I recently came across some lines from poet Diane Ackerman’s book Cultivating Delight that invited reflection:
Living things tend to change unrecognizably as they grow. Who would deduce the dragonfly from the larva, the iris from the bud, the lawyer from the infant?
Flora or fauna, we are all shapeshifters and magical reinventors. Life is really a plural noun, a caravan of selves.
I think the reason this grabbed my attention is that in a way it runs against a familiar cultural current. With the exception of changes in childhood, I feel like western culture tends to emphasize not only the stability of an individual, but the importance of that stability. In my experience, the process of people changing substantially can be viewed with some suspicion.*
I grant that stability in certain traits is admirable—let’s always be trustworthy, brave, compassionate. But consider the value in this idea of life as a plural noun: can we entertain new possibilities while honoring the sequence of selves† we have been?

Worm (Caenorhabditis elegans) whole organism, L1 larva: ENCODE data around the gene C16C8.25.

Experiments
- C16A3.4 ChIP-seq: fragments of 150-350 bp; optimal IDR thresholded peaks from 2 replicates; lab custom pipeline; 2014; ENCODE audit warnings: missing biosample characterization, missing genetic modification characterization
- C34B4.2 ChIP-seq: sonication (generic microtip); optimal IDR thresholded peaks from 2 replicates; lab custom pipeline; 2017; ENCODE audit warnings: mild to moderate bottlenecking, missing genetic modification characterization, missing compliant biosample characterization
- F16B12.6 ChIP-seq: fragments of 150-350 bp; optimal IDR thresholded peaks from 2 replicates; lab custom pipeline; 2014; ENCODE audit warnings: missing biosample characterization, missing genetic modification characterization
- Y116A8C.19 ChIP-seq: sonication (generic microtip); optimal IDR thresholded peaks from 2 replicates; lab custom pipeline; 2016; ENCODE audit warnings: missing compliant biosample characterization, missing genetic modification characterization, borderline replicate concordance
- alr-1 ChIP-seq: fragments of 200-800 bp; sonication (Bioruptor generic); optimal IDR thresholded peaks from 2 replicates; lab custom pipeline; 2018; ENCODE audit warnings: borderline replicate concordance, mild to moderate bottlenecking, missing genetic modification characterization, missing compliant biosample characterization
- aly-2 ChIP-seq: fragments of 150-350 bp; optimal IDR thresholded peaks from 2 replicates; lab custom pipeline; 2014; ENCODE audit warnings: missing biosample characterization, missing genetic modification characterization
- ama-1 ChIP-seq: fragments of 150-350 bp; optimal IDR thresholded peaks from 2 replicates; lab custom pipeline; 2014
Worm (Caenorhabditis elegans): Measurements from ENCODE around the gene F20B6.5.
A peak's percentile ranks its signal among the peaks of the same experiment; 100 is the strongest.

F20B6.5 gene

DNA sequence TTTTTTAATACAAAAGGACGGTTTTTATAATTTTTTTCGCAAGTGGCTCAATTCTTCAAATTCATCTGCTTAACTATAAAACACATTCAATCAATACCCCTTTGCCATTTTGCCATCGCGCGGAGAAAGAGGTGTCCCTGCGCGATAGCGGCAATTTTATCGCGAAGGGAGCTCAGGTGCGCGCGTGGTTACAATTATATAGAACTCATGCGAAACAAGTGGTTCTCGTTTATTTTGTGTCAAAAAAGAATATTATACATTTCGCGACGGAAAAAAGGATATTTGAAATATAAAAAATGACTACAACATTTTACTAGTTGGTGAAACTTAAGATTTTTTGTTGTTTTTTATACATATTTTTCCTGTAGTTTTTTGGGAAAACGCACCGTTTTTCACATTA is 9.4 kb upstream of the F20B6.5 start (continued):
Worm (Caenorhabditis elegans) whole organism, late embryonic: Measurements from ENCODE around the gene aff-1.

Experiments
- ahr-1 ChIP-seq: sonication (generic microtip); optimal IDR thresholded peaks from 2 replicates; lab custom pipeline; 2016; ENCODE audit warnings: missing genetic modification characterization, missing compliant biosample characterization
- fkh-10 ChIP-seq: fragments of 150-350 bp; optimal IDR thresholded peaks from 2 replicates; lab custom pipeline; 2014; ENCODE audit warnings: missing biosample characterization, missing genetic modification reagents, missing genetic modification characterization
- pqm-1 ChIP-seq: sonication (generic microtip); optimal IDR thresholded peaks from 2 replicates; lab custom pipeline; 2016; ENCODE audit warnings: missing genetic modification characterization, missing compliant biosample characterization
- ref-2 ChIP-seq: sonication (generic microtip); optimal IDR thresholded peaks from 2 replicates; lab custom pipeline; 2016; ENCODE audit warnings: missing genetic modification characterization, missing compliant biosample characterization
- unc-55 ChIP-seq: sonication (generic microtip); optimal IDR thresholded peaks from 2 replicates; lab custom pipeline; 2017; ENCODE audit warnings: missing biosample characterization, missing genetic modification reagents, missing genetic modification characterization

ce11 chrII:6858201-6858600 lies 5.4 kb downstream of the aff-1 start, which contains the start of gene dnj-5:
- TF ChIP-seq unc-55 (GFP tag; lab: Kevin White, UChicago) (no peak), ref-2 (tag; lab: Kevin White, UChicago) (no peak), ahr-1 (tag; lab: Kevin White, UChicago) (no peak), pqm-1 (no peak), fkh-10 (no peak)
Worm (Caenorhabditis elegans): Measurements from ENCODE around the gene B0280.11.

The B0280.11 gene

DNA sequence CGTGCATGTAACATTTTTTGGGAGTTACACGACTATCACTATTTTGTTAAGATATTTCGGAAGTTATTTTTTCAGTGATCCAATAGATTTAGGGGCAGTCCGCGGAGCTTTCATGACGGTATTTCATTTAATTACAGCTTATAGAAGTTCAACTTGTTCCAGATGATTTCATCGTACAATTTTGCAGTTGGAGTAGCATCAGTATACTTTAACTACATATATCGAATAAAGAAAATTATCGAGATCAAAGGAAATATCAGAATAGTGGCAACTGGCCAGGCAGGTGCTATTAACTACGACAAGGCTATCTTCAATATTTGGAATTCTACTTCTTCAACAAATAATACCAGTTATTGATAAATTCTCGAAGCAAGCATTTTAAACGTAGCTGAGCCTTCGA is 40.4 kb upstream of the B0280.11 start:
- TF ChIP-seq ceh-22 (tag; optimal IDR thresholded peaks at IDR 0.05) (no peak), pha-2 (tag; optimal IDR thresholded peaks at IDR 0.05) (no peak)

Thinking about my own personal caravan might be an interesting exercise, and looking back could provide some valuable food for thought. But here’s the most pressing question: what self am I building right now?
*By this I don’t mean that there’s something suspect about doing a series of different jobs (say, grad student then music teacher then librarian then novelist). I’m contemplating changes on a different level. Can we change the way we react to situations? Can we change habits so thoroughly that we surprise ourselves and others?
†Considering a sequence of selves as life stages, my thoughts jump to Shakespeare’s “All the world’s a stage” speech, given by Jacques in As You Like It. I featured a very nice little animation of it in this post.
[Images: Wikimedia Commons, fineartamerica.com]